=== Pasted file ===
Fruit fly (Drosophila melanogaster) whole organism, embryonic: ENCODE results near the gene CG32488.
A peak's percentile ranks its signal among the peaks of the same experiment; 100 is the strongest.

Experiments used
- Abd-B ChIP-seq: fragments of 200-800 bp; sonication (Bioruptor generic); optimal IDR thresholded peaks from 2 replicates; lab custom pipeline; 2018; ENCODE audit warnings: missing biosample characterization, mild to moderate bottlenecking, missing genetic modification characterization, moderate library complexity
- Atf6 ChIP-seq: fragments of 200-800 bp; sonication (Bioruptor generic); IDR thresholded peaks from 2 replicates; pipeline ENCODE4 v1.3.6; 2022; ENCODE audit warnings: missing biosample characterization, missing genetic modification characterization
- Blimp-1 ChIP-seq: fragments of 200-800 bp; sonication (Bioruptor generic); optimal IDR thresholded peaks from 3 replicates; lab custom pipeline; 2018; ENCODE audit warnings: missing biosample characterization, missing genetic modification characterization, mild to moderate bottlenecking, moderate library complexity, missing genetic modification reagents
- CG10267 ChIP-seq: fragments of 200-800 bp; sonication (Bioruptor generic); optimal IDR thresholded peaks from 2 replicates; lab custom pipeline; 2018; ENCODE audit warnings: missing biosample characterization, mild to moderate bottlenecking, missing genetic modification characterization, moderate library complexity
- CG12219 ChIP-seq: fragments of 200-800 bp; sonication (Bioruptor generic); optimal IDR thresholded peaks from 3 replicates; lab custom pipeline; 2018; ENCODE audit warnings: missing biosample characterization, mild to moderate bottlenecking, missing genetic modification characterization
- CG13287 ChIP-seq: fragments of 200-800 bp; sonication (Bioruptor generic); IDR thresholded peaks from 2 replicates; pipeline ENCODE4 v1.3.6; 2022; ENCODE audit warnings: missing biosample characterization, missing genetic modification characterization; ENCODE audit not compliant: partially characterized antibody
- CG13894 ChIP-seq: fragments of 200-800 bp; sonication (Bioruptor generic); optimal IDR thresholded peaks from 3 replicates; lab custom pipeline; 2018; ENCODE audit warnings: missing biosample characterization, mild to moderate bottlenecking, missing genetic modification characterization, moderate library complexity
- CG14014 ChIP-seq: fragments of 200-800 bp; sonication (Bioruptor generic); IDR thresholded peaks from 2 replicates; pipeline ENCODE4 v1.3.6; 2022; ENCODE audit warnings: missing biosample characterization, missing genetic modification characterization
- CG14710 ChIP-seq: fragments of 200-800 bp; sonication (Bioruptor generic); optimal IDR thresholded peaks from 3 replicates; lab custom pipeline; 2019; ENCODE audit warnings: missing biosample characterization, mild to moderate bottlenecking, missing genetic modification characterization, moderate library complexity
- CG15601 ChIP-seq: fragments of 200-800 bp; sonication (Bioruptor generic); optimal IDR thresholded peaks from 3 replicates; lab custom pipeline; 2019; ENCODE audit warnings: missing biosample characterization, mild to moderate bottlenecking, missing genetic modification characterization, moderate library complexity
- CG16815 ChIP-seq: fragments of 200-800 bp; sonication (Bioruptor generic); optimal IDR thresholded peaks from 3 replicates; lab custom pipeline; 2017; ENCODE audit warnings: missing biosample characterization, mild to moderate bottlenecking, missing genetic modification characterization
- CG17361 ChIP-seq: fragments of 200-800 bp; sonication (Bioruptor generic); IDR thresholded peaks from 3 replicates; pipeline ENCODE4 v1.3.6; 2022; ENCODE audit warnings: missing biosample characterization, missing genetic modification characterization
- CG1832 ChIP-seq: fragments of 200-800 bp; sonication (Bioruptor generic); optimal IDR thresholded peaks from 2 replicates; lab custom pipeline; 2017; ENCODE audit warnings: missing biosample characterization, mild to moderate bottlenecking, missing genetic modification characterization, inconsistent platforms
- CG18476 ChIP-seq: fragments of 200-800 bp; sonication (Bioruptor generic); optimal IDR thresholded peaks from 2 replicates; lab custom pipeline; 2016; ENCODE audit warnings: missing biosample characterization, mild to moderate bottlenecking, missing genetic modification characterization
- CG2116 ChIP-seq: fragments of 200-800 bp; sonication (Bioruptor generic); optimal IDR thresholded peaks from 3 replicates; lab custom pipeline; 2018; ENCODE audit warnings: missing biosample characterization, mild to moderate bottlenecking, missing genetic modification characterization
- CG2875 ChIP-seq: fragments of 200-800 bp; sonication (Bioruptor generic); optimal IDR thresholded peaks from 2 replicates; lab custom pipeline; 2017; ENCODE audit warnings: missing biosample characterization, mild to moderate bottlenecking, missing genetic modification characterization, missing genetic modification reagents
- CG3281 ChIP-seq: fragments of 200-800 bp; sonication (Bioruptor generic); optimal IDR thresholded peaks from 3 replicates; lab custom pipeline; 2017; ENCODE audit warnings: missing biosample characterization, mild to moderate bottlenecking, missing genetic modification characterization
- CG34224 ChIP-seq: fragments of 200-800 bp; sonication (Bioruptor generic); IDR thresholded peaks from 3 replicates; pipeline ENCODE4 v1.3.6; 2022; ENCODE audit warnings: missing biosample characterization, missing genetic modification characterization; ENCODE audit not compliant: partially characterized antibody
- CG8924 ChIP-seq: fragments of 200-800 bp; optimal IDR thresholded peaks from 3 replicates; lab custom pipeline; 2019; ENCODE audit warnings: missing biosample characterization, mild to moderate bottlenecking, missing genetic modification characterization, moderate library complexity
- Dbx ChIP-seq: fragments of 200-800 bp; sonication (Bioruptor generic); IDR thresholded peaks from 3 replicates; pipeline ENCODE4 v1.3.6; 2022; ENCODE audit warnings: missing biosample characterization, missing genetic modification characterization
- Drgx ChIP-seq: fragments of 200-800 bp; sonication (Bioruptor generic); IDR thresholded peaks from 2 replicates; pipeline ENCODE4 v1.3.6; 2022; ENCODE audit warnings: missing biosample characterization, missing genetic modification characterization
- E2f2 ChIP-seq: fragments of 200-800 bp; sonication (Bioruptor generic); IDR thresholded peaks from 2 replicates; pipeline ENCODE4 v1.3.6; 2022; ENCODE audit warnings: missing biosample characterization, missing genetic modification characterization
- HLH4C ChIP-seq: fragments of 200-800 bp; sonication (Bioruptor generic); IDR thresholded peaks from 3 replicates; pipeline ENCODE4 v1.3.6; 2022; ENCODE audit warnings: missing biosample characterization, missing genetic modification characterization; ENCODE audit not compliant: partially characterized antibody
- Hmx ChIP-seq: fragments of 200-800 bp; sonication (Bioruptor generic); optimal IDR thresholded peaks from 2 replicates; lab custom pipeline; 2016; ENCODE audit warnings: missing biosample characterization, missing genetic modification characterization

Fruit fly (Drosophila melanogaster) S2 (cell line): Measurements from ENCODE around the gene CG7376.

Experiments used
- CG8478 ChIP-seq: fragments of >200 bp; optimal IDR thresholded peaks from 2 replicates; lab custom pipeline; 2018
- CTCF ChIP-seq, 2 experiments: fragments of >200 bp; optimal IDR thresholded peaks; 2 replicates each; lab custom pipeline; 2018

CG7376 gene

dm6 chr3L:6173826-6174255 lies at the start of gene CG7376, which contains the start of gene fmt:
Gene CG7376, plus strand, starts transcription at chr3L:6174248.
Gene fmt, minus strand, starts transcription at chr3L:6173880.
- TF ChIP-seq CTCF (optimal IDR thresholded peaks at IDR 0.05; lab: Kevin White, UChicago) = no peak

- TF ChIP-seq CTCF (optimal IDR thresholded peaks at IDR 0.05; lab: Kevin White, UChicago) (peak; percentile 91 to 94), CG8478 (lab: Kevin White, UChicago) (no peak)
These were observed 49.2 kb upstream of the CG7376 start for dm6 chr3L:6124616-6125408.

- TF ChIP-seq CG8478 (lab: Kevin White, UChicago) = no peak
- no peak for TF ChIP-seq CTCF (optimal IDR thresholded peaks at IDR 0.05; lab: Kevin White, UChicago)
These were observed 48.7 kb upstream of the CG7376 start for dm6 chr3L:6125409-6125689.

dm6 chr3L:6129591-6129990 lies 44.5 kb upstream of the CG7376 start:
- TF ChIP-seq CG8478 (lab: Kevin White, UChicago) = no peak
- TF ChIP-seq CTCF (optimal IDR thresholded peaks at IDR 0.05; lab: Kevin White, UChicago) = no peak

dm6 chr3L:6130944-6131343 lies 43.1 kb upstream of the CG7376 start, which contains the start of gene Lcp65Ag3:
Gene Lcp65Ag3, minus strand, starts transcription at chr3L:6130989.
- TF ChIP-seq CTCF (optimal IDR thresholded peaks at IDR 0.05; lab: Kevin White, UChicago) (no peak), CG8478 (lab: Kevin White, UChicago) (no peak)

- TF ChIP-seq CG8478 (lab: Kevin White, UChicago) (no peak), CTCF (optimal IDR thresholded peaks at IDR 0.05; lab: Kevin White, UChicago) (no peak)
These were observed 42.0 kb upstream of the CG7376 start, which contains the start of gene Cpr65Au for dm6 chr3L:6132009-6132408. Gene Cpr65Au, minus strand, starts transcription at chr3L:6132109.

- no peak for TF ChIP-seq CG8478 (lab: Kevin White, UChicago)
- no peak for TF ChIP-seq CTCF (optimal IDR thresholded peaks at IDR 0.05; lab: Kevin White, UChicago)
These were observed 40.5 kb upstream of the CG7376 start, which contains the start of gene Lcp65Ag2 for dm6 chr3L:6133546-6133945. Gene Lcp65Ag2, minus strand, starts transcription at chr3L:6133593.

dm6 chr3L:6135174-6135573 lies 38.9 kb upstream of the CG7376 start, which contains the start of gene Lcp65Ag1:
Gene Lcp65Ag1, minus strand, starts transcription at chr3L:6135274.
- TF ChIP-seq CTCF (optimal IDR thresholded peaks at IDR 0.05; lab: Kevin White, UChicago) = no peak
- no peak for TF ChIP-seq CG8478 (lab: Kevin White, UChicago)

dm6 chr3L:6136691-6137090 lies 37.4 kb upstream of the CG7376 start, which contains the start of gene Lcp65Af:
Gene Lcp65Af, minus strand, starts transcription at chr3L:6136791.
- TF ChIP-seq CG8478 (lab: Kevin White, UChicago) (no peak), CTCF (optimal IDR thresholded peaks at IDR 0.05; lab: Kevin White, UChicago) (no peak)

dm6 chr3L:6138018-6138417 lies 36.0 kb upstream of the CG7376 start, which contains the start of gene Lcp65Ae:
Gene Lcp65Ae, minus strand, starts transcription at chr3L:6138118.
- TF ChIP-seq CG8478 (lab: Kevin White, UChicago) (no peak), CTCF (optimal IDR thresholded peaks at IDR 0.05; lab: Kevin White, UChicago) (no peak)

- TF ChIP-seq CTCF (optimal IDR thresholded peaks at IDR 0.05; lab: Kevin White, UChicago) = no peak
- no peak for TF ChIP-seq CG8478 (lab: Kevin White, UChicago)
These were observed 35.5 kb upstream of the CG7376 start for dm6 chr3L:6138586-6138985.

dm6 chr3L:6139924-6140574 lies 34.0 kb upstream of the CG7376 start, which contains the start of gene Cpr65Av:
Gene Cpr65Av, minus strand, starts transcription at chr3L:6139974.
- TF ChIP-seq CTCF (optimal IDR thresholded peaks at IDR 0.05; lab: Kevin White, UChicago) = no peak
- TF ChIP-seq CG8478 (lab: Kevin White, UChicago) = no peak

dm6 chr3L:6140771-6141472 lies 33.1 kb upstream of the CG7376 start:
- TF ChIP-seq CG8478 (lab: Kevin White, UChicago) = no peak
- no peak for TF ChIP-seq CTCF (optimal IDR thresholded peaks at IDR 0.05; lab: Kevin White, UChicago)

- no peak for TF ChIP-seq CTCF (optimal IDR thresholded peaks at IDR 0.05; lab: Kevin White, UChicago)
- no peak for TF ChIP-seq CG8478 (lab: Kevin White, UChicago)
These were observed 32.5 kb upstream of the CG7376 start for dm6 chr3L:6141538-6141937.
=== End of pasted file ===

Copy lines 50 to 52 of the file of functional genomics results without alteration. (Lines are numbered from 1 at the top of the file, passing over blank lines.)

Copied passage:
- no peak for TF ChIP-seq CG8478 (lab: Kevin White, UChicago)
- no peak for TF ChIP-seq CTCF (optimal IDR thresholded peaks at IDR 0.05; lab: Kevin White, UChicago)
These were observed 40.5 kb upstream of the CG7376 start, which contains the start of gene Lcp65Ag2 for dm6 chr3L:6133546-6133945. Gene Lcp65Ag2, minus strand, starts transcription at chr3L:6133593.